Okay, so this story may make your head spin.
From the Chronicle of Higher Education:
"Last March, Jacques Pluss was fired from his job as an adjunct professor at Fairleigh Dickinson University soon after it came to light that he was a prominent member of the National Socialist Movement of the United States."
So, first it comes out that the adjunct professor is also a neo-Nazi radio show host, and so he gets fired. A number of people claim that his academic freedoms have been violated, but I'm pretty much thinking the same thing I did when Ward Churchill got canned- what exactly did they expect? Say you're a professor at Opus T. Penguin University, and you write an article for a magazine entitled either: A) "Why I hate the Jews" or B) "Why the Victims of 911 Are Comparable to Nazi War Criminals". And at the end of the article it says: "Jack Mehoff is a Professor at Opus T. Penguin University, and he hates the Jews, and thinks the victims of 911 got what they had coming to them." How exactly do you expect the University to respond? You expect a raise? Obviously, they're going to fire you! C'est la vie!
Anyway, the story gets weirder, because get this, the Neo-Nazi prof was only pretending to be a neo-nazi to do research. According to his own article, "Now it Can be Told" he became a prominent neo-nazi "for the purpose of gathering research to write a book on a political subject in which I could personally partake and which was “fringe” in the most essential aspect of the word." I don't know if that's weirder or more boring actually. He also says:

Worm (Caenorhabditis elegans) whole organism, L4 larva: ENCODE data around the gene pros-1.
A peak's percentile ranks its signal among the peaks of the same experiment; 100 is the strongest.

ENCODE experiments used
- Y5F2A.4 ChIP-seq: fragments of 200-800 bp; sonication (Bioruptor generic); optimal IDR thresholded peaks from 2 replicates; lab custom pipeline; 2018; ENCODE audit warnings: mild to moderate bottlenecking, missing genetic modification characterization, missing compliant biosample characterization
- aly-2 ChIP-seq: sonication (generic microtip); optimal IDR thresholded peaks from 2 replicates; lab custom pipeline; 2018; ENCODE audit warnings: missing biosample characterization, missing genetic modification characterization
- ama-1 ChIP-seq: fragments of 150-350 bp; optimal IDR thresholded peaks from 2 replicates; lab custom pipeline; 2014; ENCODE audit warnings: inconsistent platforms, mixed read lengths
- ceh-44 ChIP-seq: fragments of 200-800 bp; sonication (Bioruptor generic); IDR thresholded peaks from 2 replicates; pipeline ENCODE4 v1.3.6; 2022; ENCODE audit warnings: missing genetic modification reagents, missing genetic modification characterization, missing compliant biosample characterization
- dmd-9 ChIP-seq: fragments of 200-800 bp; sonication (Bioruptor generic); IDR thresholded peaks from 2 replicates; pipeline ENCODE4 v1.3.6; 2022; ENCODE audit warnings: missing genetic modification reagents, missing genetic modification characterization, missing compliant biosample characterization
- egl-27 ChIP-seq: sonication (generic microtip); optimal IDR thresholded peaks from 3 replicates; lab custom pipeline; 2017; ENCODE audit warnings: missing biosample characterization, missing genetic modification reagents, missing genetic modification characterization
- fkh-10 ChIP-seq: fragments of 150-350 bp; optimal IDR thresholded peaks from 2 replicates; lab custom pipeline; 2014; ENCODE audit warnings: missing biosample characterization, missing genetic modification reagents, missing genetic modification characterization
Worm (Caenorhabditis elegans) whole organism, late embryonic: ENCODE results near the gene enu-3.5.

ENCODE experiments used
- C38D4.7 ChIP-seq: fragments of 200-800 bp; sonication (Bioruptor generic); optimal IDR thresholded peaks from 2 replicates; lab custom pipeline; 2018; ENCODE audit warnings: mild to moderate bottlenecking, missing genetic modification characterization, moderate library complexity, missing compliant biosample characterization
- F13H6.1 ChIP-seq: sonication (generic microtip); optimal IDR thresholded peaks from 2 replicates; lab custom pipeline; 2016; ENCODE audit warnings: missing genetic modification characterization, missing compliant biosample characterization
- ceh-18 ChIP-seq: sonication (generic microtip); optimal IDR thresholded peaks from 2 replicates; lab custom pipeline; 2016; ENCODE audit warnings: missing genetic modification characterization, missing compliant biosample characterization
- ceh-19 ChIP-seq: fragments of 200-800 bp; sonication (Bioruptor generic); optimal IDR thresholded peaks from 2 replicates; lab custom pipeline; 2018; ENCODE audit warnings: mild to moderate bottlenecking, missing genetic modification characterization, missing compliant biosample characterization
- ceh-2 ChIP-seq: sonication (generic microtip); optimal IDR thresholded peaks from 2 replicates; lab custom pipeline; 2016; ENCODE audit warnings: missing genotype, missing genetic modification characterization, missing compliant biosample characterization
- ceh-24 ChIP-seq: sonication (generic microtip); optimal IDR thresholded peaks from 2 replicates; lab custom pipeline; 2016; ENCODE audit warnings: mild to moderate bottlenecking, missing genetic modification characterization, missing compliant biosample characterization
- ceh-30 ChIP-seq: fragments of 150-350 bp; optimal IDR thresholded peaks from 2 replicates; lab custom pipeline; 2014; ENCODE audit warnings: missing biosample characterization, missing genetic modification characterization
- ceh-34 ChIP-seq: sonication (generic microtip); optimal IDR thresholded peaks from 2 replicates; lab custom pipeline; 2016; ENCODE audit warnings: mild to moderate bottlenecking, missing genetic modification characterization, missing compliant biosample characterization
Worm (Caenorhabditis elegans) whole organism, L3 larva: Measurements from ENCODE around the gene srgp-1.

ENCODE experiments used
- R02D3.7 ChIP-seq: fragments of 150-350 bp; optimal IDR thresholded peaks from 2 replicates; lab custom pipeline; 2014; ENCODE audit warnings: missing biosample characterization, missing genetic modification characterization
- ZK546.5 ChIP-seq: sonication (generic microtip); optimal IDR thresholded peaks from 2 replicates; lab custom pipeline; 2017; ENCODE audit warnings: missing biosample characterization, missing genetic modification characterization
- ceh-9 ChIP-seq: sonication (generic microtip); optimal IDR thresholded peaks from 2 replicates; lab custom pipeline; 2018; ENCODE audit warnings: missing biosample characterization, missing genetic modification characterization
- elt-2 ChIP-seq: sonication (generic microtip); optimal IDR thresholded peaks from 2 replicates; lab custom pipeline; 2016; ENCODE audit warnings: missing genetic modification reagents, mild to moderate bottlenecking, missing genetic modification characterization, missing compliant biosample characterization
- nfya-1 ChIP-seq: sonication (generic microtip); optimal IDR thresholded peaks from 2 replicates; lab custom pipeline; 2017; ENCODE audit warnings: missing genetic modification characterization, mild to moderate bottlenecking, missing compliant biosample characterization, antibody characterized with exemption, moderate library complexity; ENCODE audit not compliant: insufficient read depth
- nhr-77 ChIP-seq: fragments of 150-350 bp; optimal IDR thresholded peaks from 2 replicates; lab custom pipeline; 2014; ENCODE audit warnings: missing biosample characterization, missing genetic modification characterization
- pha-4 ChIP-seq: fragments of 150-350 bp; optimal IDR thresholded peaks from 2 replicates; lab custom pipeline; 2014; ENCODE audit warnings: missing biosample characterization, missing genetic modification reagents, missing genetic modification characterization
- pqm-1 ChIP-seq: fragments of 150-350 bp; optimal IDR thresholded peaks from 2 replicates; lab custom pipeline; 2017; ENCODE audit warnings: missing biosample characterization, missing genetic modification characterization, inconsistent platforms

"Throughout the course of my academic career, I came to hold in deep respect the scholarship of the French Deconstructionists, particularly Jacques Derrida and Michele Foucault (especially Foucault’s Archeology of Knowledge and his History of Madness). At the same time, my work – in teaching and in academic writing – has been heavily influenced by the notion of Geistesgeschichte, as articulated by one of the premier medievalists, Ernst Kantorowicz. All of those scholars stress, each in their own way, the need for the historian to “become” her or his subject in order to develop a relationship with it."
As Margaret Soltan has noted, the case really has taken a turn towards the boring. Is Pluss telling the truth now? Or lying then? Or should we care? Well, I believe him on Foucault. There is something all-too "Foucaultian" about coming up with half-baked ideas and then trying desperately to get attention for them while pretending not to care about that attention. But, to quote an undergrad: "Yeah dude,whatever!"